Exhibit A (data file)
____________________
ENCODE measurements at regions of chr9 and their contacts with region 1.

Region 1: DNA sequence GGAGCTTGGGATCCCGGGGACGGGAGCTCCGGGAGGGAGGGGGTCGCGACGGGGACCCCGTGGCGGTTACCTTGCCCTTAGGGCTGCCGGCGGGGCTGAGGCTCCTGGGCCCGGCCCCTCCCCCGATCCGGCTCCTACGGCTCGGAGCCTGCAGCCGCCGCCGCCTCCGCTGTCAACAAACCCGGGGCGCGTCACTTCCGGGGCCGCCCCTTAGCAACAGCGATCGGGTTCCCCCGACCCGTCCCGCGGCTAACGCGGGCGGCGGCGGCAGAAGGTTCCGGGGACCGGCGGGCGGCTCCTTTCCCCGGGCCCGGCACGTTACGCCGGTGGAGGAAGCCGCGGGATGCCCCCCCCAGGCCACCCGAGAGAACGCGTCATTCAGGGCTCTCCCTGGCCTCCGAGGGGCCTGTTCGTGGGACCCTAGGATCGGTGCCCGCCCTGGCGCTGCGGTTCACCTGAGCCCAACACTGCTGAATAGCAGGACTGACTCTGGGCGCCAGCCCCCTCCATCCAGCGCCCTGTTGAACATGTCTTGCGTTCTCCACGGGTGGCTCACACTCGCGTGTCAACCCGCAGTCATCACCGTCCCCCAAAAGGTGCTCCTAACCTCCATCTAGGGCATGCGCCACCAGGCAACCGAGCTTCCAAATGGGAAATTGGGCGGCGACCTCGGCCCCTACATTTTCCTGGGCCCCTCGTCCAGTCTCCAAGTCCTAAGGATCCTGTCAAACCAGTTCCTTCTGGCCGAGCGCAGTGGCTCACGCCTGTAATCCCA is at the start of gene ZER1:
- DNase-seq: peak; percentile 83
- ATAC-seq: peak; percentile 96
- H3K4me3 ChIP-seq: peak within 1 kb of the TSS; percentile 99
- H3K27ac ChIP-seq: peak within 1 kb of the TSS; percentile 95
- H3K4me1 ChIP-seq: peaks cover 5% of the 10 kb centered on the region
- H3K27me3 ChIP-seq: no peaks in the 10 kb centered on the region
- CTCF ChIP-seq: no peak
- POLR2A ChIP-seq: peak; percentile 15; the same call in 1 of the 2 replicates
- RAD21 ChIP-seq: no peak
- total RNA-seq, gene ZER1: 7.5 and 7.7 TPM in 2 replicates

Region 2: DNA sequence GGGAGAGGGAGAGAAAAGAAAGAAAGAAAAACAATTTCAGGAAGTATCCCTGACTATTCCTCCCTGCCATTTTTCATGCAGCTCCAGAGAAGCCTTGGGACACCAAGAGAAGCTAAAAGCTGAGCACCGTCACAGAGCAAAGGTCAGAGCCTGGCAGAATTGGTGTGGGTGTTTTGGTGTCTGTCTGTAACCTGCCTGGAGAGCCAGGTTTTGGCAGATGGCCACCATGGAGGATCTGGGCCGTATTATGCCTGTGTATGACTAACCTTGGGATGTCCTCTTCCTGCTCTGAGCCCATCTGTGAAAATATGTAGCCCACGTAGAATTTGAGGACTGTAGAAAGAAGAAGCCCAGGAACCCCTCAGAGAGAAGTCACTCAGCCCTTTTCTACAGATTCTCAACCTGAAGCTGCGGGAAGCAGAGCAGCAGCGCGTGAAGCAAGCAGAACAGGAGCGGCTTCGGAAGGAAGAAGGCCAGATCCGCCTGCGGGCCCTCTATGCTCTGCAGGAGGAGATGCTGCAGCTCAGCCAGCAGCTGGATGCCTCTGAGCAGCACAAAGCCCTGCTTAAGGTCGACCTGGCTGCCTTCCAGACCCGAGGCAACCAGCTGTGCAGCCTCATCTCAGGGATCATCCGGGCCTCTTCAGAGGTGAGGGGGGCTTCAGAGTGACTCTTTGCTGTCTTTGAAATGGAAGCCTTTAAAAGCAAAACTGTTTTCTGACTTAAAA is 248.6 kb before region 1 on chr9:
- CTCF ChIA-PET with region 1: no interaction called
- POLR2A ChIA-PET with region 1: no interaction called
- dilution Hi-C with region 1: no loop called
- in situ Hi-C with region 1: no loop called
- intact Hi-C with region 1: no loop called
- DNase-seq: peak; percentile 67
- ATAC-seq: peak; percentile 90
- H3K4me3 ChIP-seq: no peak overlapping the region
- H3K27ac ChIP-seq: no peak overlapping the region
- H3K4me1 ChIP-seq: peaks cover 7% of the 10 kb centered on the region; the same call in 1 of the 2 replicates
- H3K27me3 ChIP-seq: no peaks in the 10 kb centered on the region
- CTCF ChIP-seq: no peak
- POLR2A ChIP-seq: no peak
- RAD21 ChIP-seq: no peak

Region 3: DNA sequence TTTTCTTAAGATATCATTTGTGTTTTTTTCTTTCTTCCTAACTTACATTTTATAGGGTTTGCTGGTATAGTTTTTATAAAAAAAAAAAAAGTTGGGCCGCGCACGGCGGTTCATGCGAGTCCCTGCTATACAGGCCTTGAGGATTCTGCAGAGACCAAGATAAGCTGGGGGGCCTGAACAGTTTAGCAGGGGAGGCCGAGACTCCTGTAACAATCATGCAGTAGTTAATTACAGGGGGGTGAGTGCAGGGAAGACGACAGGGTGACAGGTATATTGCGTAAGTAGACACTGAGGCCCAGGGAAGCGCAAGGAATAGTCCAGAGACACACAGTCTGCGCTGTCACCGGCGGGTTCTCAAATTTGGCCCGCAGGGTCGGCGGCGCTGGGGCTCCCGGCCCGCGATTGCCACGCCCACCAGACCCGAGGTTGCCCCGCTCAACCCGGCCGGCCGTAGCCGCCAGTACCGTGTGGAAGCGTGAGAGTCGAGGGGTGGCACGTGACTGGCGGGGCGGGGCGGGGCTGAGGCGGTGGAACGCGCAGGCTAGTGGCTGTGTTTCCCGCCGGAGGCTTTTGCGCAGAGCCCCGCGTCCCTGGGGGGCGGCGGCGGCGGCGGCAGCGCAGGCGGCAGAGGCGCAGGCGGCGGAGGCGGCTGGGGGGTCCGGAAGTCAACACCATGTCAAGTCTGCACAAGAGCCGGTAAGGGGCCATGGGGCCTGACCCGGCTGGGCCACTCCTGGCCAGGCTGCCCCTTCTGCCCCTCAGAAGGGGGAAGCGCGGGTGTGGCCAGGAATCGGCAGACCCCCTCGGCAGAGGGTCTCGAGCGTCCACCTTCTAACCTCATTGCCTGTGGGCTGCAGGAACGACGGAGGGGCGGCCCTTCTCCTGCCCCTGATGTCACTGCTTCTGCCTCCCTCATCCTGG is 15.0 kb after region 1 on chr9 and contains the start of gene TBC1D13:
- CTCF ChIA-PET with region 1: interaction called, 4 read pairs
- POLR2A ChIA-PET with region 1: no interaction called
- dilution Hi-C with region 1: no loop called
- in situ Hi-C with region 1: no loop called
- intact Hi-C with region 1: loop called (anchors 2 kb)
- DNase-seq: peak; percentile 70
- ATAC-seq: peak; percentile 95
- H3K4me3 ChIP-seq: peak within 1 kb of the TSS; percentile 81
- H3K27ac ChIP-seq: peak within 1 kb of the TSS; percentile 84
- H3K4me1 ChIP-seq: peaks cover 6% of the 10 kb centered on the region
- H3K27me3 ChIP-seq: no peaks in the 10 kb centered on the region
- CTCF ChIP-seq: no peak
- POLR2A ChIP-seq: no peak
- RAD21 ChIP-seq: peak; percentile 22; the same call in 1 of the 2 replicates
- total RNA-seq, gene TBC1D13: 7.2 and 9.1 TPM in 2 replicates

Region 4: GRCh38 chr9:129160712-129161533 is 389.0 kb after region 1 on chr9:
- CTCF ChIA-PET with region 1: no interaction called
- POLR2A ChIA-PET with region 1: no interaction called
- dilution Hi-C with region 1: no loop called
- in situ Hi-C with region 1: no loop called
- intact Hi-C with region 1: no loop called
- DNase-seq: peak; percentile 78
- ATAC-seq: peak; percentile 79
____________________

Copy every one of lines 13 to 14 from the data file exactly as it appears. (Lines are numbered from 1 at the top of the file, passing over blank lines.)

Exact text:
Region 2: DNA sequence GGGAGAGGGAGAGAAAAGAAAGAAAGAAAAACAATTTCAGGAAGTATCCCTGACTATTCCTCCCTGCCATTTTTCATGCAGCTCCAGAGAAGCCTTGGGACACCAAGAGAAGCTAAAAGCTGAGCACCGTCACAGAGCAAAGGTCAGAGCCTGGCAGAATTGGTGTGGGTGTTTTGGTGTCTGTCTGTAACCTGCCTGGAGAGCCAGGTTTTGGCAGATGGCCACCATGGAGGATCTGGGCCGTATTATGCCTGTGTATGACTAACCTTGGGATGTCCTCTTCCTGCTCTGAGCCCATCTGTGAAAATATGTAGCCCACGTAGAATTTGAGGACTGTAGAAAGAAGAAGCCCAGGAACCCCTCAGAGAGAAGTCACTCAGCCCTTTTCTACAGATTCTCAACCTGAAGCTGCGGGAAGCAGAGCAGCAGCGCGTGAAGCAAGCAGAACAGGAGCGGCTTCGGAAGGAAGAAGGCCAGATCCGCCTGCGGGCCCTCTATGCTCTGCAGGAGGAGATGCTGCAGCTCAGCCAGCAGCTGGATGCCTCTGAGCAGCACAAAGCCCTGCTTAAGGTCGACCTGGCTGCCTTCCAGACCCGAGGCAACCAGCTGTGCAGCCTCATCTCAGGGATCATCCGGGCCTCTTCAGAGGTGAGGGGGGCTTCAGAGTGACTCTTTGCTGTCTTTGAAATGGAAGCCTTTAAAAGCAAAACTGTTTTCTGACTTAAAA is 248.6 kb before region 1 on chr9:
- CTCF ChIA-PET with region 1: no interaction called